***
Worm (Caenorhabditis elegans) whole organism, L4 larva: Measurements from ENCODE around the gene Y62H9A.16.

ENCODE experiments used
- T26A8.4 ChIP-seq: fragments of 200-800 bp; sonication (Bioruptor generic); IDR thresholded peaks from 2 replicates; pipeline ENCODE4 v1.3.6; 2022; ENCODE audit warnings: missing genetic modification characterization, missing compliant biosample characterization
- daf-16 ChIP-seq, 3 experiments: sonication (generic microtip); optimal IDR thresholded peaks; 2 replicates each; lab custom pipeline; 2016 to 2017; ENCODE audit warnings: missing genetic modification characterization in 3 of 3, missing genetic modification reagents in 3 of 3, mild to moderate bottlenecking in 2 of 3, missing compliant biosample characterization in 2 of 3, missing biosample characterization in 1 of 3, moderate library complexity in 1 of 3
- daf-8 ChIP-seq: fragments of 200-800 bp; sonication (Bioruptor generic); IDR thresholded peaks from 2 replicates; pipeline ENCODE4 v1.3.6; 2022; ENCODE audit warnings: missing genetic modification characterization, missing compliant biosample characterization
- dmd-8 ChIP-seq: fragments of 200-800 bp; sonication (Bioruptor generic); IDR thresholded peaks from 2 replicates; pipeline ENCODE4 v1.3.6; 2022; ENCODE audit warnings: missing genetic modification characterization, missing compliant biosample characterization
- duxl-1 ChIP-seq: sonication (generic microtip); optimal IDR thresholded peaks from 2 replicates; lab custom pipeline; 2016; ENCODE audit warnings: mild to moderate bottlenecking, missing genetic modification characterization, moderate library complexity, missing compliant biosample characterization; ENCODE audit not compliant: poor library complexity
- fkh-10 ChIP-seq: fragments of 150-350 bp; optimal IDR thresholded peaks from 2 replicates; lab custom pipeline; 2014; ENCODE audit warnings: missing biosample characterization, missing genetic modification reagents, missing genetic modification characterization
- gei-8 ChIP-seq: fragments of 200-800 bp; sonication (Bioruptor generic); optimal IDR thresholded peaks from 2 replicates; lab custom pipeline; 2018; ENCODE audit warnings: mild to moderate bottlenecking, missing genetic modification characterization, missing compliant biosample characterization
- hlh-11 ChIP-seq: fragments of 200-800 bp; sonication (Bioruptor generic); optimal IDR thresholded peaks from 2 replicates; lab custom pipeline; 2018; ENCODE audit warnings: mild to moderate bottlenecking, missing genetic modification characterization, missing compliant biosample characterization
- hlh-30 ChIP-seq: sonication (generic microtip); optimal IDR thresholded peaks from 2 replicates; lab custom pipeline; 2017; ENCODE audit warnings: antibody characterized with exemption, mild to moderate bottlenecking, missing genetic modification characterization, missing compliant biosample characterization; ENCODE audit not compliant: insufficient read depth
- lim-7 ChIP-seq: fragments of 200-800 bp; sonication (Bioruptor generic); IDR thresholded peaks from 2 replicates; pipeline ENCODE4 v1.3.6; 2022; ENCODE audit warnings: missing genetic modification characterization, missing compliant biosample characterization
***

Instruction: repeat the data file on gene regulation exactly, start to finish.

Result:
Worm (Caenorhabditis elegans) whole organism, L4 larva: Measurements from ENCODE around the gene Y62H9A.16.

ENCODE experiments used
- T26A8.4 ChIP-seq: fragments of 200-800 bp; sonication (Bioruptor generic); IDR thresholded peaks from 2 replicates; pipeline ENCODE4 v1.3.6; 2022; ENCODE audit warnings: missing genetic modification characterization, missing compliant biosample characterization
- daf-16 ChIP-seq, 3 experiments: sonication (generic microtip); optimal IDR thresholded peaks; 2 replicates each; lab custom pipeline; 2016 to 2017; ENCODE audit warnings: missing genetic modification characterization in 3 of 3, missing genetic modification reagents in 3 of 3, mild to moderate bottlenecking in 2 of 3, missing compliant biosample characterization in 2 of 3, missing biosample characterization in 1 of 3, moderate library complexity in 1 of 3
- daf-8 ChIP-seq: fragments of 200-800 bp; sonication (Bioruptor generic); IDR thresholded peaks from 2 replicates; pipeline ENCODE4 v1.3.6; 2022; ENCODE audit warnings: missing genetic modification characterization, missing compliant biosample characterization
- dmd-8 ChIP-seq: fragments of 200-800 bp; sonication (Bioruptor generic); IDR thresholded peaks from 2 replicates; pipeline ENCODE4 v1.3.6; 2022; ENCODE audit warnings: missing genetic modification characterization, missing compliant biosample characterization
- duxl-1 ChIP-seq: sonication (generic microtip); optimal IDR thresholded peaks from 2 replicates; lab custom pipeline; 2016; ENCODE audit warnings: mild to moderate bottlenecking, missing genetic modification characterization, moderate library complexity, missing compliant biosample characterization; ENCODE audit not compliant: poor library complexity
- fkh-10 ChIP-seq: fragments of 150-350 bp; optimal IDR thresholded peaks from 2 replicates; lab custom pipeline; 2014; ENCODE audit warnings: missing biosample characterization, missing genetic modification reagents, missing genetic modification characterization
- gei-8 ChIP-seq: fragments of 200-800 bp; sonication (Bioruptor generic); optimal IDR thresholded peaks from 2 replicates; lab custom pipeline; 2018; ENCODE audit warnings: mild to moderate bottlenecking, missing genetic modification characterization, missing compliant biosample characterization
- hlh-11 ChIP-seq: fragments of 200-800 bp; sonication (Bioruptor generic); optimal IDR thresholded peaks from 2 replicates; lab custom pipeline; 2018; ENCODE audit warnings: mild to moderate bottlenecking, missing genetic modification characterization, missing compliant biosample characterization
- hlh-30 ChIP-seq: sonication (generic microtip); optimal IDR thresholded peaks from 2 replicates; lab custom pipeline; 2017; ENCODE audit warnings: antibody characterized with exemption, mild to moderate bottlenecking, missing genetic modification characterization, missing compliant biosample characterization; ENCODE audit not compliant: insufficient read depth
- lim-7 ChIP-seq: fragments of 200-800 bp; sonication (Bioruptor generic); IDR thresholded peaks from 2 replicates; pipeline ENCODE4 v1.3.6; 2022; ENCODE audit warnings: missing genetic modification characterization, missing compliant biosample characterization